Practice that’s built on real-life scenarios helps agents better understand who they’ll be supporting and what genuine help looks like. Freshdesk explored the value of empathetic customer service, and they found customers most dislike the following:

  • Unmatched tone of voice, where an agent seems robotic and callous to their customer’s clear frustration.
  • “Somebody else’s problem” syndrome, where customers feel like they’re being juggled from person to person, but no one will actually solve their issue.
  • Discouragement from getting future support or help, where customers feel like they inconvenienced an agent this time, and they will again if they need more support.

Practice lets managers watch for these three customer care red flags before any actual damage is done with real customers. And digital practice makes this scalable for teams of five agents to 50,000.

2. Engagement

Practice engages agents and gives them ownership of their jobs. The job of tech isn’t to replace the need for human labor—it’s to amplify it. This holds true with practice tools in customer support. 

NewVoiceMedia’s 2018 “Serial Switchers” report found that businesses lost $75 billion last year due to poor customer service alone. Why? Because disengaged agents provide lackluster customer service, and 67% of customers are “serial switchers”—people willing to switch brands as a direct result of a negative customer support interaction. Customers feel frustrated and switch brands, and agents feel frustrated with their jobs and switch companies. There’s little retention on both sides of the equation, and so much room for improvement with practice.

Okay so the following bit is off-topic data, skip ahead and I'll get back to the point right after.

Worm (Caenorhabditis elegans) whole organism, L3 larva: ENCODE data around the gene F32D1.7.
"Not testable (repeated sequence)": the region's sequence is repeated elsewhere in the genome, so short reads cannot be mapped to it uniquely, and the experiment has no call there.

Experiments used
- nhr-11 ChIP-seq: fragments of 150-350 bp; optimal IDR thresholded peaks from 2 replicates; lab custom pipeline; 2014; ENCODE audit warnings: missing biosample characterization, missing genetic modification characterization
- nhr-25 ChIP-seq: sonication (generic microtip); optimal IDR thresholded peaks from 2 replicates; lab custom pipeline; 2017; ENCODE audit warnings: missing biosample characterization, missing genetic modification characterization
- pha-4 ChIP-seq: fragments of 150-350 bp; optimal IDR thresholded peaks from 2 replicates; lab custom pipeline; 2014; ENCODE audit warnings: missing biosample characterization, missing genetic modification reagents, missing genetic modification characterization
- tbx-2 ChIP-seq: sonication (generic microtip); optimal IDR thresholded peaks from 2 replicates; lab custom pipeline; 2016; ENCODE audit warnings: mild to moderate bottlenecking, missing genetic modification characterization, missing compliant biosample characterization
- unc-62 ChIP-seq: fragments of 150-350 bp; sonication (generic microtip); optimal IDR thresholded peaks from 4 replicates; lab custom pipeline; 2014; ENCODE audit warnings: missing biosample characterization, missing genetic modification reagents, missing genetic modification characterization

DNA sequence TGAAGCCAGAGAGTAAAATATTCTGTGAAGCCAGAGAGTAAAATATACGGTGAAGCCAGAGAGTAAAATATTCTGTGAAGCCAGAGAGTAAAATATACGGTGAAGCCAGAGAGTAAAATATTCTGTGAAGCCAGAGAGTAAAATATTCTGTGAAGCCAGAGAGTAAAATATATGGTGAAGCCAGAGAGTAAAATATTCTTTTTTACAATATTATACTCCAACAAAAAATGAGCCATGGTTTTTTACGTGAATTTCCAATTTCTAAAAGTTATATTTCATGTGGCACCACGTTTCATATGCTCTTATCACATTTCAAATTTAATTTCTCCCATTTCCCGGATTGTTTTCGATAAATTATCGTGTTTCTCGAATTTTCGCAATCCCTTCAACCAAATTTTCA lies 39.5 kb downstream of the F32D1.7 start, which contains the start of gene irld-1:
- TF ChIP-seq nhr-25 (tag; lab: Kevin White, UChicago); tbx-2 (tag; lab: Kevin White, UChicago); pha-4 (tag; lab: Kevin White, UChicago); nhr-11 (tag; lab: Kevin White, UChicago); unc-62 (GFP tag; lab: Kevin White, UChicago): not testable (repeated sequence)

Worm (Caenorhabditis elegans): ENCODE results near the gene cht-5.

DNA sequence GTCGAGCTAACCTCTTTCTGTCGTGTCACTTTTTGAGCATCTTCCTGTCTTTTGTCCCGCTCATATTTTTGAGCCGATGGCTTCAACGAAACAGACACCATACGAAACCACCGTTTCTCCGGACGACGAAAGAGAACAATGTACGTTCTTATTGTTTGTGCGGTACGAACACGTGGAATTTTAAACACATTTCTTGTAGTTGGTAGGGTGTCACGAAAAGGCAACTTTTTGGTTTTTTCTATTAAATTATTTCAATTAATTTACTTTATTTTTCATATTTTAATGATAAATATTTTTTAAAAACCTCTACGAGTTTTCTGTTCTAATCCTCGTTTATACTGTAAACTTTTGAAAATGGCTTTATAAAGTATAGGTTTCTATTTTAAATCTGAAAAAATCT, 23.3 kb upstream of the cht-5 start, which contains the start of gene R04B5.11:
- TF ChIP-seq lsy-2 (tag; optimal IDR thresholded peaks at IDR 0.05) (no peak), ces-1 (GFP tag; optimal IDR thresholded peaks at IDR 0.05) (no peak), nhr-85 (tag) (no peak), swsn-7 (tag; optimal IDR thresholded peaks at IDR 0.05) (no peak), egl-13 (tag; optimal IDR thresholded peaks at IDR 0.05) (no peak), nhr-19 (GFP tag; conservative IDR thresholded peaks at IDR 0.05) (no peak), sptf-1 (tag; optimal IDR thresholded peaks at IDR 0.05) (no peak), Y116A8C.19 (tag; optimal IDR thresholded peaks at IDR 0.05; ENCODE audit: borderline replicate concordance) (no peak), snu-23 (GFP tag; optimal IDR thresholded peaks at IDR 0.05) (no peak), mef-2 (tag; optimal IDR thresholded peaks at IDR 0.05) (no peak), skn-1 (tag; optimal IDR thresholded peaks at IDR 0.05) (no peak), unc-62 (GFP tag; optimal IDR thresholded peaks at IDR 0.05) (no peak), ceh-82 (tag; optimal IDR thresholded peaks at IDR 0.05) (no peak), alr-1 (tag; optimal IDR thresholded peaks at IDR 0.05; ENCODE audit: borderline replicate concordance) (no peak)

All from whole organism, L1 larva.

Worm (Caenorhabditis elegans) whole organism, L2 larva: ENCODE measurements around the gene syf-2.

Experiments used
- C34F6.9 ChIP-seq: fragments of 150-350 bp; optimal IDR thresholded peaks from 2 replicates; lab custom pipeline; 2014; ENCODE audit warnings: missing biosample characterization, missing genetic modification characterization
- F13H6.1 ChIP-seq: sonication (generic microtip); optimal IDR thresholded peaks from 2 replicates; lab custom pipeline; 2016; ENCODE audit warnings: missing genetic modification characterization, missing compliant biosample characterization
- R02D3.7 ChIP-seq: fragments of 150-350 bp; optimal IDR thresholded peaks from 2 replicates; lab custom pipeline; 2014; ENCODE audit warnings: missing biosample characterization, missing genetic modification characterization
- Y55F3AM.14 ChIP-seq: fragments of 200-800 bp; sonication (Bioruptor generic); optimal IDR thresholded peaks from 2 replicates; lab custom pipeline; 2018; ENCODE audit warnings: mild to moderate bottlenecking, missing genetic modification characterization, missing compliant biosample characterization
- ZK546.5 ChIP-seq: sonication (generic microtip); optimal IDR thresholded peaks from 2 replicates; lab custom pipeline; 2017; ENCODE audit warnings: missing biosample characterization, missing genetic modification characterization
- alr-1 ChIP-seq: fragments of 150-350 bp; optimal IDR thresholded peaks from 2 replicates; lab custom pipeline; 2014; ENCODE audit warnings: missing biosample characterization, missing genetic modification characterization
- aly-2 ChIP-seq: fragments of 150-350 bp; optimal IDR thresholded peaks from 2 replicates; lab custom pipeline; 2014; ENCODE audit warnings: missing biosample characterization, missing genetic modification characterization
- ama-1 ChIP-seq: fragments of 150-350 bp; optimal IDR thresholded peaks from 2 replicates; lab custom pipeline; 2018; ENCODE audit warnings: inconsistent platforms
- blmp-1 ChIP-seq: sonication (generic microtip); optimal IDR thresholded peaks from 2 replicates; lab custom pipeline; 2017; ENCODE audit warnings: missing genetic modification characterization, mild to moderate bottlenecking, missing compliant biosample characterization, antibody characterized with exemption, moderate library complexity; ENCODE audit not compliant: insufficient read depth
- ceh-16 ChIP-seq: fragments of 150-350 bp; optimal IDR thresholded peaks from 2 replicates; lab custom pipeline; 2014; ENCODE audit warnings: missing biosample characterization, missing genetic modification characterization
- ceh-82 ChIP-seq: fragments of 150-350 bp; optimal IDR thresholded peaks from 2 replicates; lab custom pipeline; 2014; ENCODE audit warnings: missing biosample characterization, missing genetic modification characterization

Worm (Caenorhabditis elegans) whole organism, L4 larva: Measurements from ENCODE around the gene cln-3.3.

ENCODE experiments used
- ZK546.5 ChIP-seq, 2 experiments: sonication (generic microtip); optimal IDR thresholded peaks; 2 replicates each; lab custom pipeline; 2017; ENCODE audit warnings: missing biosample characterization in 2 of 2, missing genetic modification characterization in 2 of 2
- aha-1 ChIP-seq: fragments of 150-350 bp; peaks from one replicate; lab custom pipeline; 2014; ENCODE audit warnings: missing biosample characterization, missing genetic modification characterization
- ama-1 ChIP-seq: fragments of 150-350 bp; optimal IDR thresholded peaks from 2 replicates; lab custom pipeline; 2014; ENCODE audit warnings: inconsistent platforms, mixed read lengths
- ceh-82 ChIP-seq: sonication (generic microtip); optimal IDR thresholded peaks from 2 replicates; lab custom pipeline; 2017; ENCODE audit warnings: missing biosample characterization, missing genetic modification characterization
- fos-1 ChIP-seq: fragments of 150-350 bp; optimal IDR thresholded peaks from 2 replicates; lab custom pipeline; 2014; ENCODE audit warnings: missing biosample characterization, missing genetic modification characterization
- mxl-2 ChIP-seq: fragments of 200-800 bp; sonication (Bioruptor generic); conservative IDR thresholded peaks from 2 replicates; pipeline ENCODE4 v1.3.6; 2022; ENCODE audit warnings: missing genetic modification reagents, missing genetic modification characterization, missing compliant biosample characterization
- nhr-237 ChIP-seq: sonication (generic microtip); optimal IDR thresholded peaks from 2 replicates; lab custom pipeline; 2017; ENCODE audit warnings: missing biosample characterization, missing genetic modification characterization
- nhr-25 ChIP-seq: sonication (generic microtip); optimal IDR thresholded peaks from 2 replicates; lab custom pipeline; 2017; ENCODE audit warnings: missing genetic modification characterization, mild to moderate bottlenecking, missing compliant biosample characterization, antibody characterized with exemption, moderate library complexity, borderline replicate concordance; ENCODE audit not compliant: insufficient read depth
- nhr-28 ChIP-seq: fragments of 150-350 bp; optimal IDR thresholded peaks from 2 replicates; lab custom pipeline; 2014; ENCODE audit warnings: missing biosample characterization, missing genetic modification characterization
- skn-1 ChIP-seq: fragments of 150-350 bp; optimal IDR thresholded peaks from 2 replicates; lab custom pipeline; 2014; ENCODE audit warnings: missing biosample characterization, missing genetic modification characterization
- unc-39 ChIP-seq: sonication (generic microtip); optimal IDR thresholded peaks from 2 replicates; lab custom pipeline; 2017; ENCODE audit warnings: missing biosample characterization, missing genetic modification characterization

With interactive digital practice, agents feel like their managers are investing in their professional progress and careers—because they are. When managers prepare their teams for situations they’ll face and thoroughly support their support teams, their teams reciprocate this behavior with customers.

Engagement and enablement are byproducts of great practice. Leaders in the customer service world should spend more time thinking about maximizing every customer interaction and continuously training their teams well—as opposed to frantically trying to keep AHT low and CSAT high. When agents are well-enabled and well-practiced, they’re able to delight more customers because they’re delighted themselves. To steal the words of tennis expert Serena Williams, “I think in life you should work on yourself until the day you die.” The best way to make this happen for agents in the customer care world is through practice. You might not end up with Olympic medals, but you will end up with smiling customers.

Schwan_OliviaOlivia Schwan is a marketing specialist and Orr Fellow at Lessonly. Lessonly is powerfully simple training software that helps customer service teams train, practice, and do better. She spends her time diving into customer support best practices, studying service trends, and researching customer experiences to create content for Lessonly’s blog. To connect with Olivia or learn more about Lessonly, email and follow Lessonly on LinkedIn.